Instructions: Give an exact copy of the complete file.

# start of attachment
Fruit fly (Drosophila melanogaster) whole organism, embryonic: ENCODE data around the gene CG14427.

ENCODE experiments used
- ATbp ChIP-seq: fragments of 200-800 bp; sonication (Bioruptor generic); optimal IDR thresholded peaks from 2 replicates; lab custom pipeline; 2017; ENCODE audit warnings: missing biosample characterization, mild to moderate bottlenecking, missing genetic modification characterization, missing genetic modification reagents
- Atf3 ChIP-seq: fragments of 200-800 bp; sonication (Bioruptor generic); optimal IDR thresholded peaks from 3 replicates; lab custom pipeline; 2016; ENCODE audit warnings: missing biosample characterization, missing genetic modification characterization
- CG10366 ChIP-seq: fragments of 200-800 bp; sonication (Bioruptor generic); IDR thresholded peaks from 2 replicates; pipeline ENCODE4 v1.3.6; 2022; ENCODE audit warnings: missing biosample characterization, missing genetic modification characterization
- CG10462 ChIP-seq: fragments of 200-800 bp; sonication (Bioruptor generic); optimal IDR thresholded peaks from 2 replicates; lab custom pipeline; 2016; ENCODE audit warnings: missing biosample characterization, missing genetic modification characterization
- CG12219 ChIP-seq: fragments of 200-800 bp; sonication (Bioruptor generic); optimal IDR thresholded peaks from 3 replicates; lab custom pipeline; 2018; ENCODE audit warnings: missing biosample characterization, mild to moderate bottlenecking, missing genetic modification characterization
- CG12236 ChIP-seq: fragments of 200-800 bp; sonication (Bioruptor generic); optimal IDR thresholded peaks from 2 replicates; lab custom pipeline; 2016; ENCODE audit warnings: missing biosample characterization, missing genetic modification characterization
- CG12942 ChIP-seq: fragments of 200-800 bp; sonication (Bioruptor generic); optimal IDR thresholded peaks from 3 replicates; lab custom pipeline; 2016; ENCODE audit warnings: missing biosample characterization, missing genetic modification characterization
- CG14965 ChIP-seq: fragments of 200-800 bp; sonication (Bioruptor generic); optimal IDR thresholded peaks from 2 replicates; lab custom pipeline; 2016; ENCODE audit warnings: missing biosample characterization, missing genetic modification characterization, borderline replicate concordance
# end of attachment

Fruit fly (Drosophila melanogaster) whole organism, embryonic: ENCODE data around the gene CG14427.

ENCODE experiments used
- ATbp ChIP-seq: fragments of 200-800 bp; sonication (Bioruptor generic); optimal IDR thresholded peaks from 2 replicates; lab custom pipeline; 2017; ENCODE audit warnings: missing biosample characterization, mild to moderate bottlenecking, missing genetic modification characterization, missing genetic modification reagents
- Atf3 ChIP-seq: fragments of 200-800 bp; sonication (Bioruptor generic); optimal IDR thresholded peaks from 3 replicates; lab custom pipeline; 2016; ENCODE audit warnings: missing biosample characterization, missing genetic modification characterization
- CG10366 ChIP-seq: fragments of 200-800 bp; sonication (Bioruptor generic); IDR thresholded peaks from 2 replicates; pipeline ENCODE4 v1.3.6; 2022; ENCODE audit warnings: missing biosample characterization, missing genetic modification characterization
- CG10462 ChIP-seq: fragments of 200-800 bp; sonication (Bioruptor generic); optimal IDR thresholded peaks from 2 replicates; lab custom pipeline; 2016; ENCODE audit warnings: missing biosample characterization, missing genetic modification characterization
- CG12219 ChIP-seq: fragments of 200-800 bp; sonication (Bioruptor generic); optimal IDR thresholded peaks from 3 replicates; lab custom pipeline; 2018; ENCODE audit warnings: missing biosample characterization, mild to moderate bottlenecking, missing genetic modification characterization
- CG12236 ChIP-seq: fragments of 200-800 bp; sonication (Bioruptor generic); optimal IDR thresholded peaks from 2 replicates; lab custom pipeline; 2016; ENCODE audit warnings: missing biosample characterization, missing genetic modification characterization
- CG12942 ChIP-seq: fragments of 200-800 bp; sonication (Bioruptor generic); optimal IDR thresholded peaks from 3 replicates; lab custom pipeline; 2016; ENCODE audit warnings: missing biosample characterization, missing genetic modification characterization
- CG14965 ChIP-seq: fragments of 200-800 bp; sonication (Bioruptor generic); optimal IDR thresholded peaks from 2 replicates; lab custom pipeline; 2016; ENCODE audit warnings: missing biosample characterization, missing genetic modification characterization, borderline replicate concordance